I was an English and music teacher before almost losing my sense of humour (and mind) and deciding I needed to devote herself to the thing my loved most - writing. I wrote and published a number of children’s musicals while teaching and after leaving became a full-time television scriptwriter for children, on an award winning programme, Kideo. Putting words into the mouths of a donkey called Mr Chinwag was a unique and fun experience. I then entered a nationwide scriptwriting competition and was selected to be on the writing team of a popular South African soap, Generations, it was  multilingual so often what I wrote would appear on screen translated into Sotho or Zulu or one of the other eleven official languages in South Africa-weird. I also worked as an advertising copywriter, wrote radio ads and jingles, educational textbooks and readers...anything writing related to keep the wolf from the door. Basically, I’m constantly writing, books and TV scripts and if not that then plotting, planning and scheming how to take over the world.

I spent a very long 20 years writing my first book, which went through numerous drafts and changes and now is a completely different book from how it started out- thank goodness. I– self published  When Killers Cry, an adult political thriller set in apartheid South Africa just to see what would happen. A lot of it comes from my own experience growing up in those dark days, so it’s very personal for me. It’s available through and on Kindle. My first love is writing for children though. So I wrote two children’s fantasy books and am working on an animation script and other scripts, adapting my books for film. Blue Dust : Forbidden, the first in the Blue Dust series, will be published in November by Ghostly Publishing. It’s now out on Kindle. This too is based on my own experiences as an ‘alien’ and was born out of my struggles of being an immigrant. The other book, still to be named, will also be published later next year, which is great as I had a load of complimentary and encouraging rejections from people who thought it a ‘bit weird’. It’s been a long journey getting to this point, but worth every minute of aching arms and back and an ever increasing file of ‘This is great but it’s not for us’-type letters.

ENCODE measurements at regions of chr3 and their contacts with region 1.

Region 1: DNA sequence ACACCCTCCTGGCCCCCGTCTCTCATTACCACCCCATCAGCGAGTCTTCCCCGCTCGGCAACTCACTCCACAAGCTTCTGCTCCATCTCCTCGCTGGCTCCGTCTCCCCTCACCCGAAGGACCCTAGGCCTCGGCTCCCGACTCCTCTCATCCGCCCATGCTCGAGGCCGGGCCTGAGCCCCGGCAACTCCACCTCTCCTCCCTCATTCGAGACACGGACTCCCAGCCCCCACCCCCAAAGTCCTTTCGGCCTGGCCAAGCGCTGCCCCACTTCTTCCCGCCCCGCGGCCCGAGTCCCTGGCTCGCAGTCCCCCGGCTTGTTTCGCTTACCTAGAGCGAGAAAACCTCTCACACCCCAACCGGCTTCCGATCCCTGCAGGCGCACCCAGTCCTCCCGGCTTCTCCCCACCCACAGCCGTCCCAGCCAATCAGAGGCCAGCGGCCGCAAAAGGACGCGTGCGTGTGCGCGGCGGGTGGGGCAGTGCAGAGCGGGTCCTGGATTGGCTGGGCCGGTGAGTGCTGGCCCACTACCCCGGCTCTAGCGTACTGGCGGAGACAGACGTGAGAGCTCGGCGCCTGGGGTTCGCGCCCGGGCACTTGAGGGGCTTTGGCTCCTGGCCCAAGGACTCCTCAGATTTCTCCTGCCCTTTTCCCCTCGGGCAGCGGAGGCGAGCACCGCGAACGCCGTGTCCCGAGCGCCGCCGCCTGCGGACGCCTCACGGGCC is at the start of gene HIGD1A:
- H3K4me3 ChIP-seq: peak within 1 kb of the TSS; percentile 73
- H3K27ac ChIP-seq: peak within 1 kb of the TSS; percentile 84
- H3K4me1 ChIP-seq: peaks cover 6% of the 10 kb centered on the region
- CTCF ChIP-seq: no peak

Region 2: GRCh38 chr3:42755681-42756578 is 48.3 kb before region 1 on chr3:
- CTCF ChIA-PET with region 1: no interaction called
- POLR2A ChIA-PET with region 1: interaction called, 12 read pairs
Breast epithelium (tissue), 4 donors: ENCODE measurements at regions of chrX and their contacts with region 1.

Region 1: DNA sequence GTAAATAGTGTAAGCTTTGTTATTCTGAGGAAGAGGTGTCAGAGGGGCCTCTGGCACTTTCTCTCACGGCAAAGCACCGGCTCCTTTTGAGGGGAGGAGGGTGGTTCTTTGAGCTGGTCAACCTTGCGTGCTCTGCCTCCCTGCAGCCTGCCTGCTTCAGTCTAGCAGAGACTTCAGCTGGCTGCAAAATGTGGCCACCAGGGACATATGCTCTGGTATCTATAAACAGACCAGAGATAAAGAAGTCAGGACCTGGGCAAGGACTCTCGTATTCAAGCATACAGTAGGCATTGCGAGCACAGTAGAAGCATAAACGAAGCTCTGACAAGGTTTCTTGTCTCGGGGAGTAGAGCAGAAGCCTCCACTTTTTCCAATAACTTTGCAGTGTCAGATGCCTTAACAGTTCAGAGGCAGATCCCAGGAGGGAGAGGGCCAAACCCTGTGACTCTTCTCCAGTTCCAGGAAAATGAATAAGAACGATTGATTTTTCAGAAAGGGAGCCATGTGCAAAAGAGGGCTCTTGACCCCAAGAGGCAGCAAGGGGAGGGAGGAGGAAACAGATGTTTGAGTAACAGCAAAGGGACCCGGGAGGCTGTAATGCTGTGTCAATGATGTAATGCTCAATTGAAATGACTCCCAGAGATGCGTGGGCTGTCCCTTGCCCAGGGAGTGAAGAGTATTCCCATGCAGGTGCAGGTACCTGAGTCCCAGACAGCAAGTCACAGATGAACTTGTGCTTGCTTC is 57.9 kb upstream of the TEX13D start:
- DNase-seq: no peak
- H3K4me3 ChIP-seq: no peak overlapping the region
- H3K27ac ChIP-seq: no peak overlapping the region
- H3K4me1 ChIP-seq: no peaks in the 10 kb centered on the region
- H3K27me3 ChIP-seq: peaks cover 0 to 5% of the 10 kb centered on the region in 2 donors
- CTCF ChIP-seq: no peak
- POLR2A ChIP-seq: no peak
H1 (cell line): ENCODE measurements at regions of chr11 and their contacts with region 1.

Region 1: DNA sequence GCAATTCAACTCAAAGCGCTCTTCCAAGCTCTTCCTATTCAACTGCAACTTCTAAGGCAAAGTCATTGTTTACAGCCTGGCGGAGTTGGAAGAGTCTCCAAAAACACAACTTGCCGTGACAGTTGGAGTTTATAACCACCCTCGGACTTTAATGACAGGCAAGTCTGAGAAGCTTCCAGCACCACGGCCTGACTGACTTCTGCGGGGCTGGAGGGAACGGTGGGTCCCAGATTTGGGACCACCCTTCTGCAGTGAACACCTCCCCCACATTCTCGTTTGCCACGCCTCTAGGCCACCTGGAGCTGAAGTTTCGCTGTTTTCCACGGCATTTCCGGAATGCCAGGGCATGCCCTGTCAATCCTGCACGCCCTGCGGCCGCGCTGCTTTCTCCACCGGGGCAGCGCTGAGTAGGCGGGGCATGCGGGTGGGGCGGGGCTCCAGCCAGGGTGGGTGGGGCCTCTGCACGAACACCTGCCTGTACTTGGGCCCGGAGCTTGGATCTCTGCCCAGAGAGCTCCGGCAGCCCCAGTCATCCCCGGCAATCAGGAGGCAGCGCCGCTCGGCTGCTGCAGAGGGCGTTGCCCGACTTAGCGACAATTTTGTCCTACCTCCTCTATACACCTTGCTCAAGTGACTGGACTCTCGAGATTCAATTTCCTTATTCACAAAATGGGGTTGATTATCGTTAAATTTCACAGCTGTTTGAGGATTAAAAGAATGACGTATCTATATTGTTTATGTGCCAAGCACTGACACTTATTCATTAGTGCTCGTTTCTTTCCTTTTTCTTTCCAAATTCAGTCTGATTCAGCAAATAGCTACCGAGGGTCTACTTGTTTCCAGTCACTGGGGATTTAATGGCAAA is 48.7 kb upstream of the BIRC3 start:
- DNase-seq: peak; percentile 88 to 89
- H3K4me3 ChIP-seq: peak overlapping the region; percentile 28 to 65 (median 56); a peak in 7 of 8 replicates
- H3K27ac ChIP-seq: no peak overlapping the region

3)  Who is your ideal reader? 

For Blue Dust: Forbidden and the series, ideally pre-teen and teenage girls, but though the book has romance it’s not soppy and there is loads of action and adventure, humour too. Boys will also enjoy it and of course the theme of feeling alien and not fitting in, is universal so adults who read fantasy will take pleasure in it too I hope. It’s sort of ‘multi-genre’ and I’m hoping it will appeal to a wide audience.

4)  Describe your path to publication. Has this experience met/exceeded your expectations?